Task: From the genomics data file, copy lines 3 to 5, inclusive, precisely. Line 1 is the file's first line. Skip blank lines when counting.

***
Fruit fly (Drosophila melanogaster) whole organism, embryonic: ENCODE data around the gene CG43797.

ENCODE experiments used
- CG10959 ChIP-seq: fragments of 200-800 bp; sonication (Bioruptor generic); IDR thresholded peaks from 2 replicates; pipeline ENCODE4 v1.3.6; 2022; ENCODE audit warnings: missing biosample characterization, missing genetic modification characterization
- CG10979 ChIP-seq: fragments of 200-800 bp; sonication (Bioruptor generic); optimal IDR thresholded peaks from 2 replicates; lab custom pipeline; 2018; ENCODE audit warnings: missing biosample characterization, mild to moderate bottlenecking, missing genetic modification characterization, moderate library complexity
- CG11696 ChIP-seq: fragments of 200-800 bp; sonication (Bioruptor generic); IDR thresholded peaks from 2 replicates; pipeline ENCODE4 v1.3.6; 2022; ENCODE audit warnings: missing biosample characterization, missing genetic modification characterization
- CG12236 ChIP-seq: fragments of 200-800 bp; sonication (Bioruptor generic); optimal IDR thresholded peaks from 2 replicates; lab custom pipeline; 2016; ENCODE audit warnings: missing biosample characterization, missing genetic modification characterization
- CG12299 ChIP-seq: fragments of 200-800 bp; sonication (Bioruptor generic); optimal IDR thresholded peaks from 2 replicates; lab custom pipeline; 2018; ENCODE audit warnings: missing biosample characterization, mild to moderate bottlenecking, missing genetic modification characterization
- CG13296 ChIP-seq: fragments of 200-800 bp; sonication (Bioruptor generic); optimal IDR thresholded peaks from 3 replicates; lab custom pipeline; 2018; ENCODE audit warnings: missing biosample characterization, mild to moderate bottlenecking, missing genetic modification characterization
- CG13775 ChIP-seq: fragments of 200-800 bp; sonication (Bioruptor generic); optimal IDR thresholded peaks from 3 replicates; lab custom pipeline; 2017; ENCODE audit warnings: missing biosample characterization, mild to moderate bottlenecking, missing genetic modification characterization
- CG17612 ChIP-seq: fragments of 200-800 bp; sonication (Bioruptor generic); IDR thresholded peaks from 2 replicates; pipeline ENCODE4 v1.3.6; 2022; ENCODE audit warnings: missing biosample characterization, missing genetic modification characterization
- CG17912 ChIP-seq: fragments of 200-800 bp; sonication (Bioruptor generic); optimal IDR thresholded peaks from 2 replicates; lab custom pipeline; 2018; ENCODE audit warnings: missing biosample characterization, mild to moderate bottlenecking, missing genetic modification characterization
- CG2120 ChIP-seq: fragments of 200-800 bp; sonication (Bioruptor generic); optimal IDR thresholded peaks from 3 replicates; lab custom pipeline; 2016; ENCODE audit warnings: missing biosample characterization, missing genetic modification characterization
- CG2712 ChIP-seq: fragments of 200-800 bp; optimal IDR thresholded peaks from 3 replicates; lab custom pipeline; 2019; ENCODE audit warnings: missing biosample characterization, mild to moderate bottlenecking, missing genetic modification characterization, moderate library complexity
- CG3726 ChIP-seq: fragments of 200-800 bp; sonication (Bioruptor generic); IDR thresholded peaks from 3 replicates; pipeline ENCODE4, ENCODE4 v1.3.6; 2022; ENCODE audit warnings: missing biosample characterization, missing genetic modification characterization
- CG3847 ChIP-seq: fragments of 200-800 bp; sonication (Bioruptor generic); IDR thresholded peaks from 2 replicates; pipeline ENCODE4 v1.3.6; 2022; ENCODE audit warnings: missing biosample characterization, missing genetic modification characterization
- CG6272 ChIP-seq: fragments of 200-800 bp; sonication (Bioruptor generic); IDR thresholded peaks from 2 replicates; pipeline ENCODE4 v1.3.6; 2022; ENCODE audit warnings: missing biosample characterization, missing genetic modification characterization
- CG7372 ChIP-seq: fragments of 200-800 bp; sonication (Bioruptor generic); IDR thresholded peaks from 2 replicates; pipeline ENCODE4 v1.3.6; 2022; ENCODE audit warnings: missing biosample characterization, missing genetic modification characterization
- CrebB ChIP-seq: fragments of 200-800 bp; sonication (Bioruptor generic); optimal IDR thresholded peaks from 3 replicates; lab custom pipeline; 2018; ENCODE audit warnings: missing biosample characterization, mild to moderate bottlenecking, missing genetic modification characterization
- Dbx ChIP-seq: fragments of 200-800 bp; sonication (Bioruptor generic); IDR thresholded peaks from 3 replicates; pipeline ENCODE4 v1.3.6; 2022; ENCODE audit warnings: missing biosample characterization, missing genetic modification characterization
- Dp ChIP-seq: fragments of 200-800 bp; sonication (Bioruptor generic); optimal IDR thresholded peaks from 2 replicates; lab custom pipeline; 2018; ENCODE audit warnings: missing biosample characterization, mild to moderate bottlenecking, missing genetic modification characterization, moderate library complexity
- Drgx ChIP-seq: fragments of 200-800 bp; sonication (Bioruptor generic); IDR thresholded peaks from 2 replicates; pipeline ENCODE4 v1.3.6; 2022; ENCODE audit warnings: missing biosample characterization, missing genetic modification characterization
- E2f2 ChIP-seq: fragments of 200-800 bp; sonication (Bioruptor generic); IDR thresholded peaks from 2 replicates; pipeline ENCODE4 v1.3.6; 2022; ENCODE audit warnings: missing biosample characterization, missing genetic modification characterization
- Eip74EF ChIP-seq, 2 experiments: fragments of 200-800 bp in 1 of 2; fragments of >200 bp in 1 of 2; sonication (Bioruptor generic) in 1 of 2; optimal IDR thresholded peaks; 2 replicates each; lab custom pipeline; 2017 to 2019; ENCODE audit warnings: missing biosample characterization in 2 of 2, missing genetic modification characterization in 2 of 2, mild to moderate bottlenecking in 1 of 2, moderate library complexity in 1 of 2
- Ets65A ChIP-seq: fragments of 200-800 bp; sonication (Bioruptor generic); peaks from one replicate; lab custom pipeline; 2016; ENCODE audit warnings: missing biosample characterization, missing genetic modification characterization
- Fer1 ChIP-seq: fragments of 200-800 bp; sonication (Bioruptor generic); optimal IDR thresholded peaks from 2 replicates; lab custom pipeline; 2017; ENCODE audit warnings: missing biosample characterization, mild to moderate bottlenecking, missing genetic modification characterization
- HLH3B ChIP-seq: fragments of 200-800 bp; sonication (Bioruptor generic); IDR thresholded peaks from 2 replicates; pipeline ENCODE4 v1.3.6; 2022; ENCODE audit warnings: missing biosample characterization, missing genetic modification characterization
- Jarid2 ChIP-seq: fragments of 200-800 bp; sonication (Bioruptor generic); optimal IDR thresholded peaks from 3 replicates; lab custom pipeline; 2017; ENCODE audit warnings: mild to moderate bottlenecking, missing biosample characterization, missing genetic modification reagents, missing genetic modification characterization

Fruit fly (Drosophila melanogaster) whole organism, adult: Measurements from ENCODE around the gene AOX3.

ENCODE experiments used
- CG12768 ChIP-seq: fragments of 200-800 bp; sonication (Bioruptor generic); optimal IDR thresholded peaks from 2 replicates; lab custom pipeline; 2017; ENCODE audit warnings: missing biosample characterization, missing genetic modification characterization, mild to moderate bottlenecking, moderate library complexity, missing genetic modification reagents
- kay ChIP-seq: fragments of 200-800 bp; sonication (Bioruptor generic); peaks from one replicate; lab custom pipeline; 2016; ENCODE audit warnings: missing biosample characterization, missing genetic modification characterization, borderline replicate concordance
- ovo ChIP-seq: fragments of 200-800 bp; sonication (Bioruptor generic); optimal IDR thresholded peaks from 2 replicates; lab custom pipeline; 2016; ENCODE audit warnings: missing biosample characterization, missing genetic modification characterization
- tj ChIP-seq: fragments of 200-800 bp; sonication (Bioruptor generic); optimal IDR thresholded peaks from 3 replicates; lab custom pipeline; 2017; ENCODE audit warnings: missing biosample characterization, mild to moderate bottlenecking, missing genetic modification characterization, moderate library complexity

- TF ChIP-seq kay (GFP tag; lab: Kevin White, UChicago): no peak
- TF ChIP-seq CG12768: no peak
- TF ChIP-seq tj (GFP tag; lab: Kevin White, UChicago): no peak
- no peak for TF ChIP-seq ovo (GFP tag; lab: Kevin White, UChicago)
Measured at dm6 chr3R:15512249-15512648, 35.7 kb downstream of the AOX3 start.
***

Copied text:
- CG10959 ChIP-seq: fragments of 200-800 bp; sonication (Bioruptor generic); IDR thresholded peaks from 2 replicates; pipeline ENCODE4 v1.3.6; 2022; ENCODE audit warnings: missing biosample characterization, missing genetic modification characterization
- CG10979 ChIP-seq: fragments of 200-800 bp; sonication (Bioruptor generic); optimal IDR thresholded peaks from 2 replicates; lab custom pipeline; 2018; ENCODE audit warnings: missing biosample characterization, mild to moderate bottlenecking, missing genetic modification characterization, moderate library complexity
- CG11696 ChIP-seq: fragments of 200-800 bp; sonication (Bioruptor generic); IDR thresholded peaks from 2 replicates; pipeline ENCODE4 v1.3.6; 2022; ENCODE audit warnings: missing biosample characterization, missing genetic modification characterization